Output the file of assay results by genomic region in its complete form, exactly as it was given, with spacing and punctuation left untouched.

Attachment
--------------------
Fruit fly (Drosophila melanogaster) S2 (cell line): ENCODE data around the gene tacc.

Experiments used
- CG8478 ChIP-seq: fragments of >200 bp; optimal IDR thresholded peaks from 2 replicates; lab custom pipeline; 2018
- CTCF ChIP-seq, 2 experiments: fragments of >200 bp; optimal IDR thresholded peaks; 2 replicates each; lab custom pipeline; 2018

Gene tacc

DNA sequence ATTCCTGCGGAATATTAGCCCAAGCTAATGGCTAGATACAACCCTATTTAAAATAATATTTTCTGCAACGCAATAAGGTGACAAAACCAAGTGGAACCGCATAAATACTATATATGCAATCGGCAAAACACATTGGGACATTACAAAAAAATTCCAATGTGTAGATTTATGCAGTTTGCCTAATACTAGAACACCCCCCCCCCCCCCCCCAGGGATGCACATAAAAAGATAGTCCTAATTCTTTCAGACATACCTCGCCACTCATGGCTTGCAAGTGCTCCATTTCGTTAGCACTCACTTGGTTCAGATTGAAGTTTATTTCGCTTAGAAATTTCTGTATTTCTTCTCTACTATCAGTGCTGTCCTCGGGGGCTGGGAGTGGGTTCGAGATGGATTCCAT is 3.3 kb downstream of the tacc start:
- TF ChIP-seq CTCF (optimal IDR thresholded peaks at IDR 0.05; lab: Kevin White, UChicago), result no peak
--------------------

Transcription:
Fruit fly (Drosophila melanogaster) S2 (cell line): ENCODE data around the gene tacc.

Experiments used
- CG8478 ChIP-seq: fragments of >200 bp; optimal IDR thresholded peaks from 2 replicates; lab custom pipeline; 2018
- CTCF ChIP-seq, 2 experiments: fragments of >200 bp; optimal IDR thresholded peaks; 2 replicates each; lab custom pipeline; 2018

Gene tacc

DNA sequence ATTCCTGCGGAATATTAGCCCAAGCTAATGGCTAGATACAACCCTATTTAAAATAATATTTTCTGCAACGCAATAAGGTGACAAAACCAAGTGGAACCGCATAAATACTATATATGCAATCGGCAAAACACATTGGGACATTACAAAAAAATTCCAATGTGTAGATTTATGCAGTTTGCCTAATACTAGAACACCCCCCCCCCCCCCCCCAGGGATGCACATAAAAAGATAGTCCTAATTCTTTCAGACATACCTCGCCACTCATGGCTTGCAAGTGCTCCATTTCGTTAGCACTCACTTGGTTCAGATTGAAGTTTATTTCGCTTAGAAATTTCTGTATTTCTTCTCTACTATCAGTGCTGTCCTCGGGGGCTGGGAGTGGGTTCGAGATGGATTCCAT is 3.3 kb downstream of the tacc start:
- TF ChIP-seq CTCF (optimal IDR thresholded peaks at IDR 0.05; lab: Kevin White, UChicago), result no peak